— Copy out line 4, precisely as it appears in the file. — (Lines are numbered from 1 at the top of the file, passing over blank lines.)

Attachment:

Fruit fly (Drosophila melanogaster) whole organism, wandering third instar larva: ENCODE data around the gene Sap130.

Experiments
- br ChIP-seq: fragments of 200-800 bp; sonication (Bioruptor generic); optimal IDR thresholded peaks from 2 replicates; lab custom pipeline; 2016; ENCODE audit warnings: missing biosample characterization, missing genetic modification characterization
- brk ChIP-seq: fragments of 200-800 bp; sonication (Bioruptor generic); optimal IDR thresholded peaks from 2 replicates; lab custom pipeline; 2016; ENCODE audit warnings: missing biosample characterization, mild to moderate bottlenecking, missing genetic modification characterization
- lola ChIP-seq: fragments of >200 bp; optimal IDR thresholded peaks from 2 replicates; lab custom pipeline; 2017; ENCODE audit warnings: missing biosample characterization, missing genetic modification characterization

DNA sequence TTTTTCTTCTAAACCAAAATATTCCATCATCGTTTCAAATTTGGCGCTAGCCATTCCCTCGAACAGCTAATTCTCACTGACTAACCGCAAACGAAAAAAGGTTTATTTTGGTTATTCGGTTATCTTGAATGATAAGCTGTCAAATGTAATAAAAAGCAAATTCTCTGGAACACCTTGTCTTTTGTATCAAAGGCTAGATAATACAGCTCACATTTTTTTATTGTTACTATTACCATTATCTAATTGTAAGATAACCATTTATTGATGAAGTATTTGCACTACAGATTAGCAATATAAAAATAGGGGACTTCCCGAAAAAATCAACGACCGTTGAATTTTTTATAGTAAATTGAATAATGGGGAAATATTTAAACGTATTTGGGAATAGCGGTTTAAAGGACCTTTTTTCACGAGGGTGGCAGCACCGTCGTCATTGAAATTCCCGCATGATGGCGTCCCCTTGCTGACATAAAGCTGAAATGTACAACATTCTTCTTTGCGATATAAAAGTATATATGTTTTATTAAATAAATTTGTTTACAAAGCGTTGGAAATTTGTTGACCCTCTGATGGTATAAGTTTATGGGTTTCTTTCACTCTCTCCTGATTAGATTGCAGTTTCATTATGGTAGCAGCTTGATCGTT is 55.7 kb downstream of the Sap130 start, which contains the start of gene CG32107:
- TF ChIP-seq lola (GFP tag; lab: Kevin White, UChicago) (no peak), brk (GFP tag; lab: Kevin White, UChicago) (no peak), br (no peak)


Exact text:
- brk ChIP-seq: fragments of 200-800 bp; sonication (Bioruptor generic); optimal IDR thresholded peaks from 2 replicates; lab custom pipeline; 2016; ENCODE audit warnings: missing biosample characterization, mild to moderate bottlenecking, missing genetic modification characterization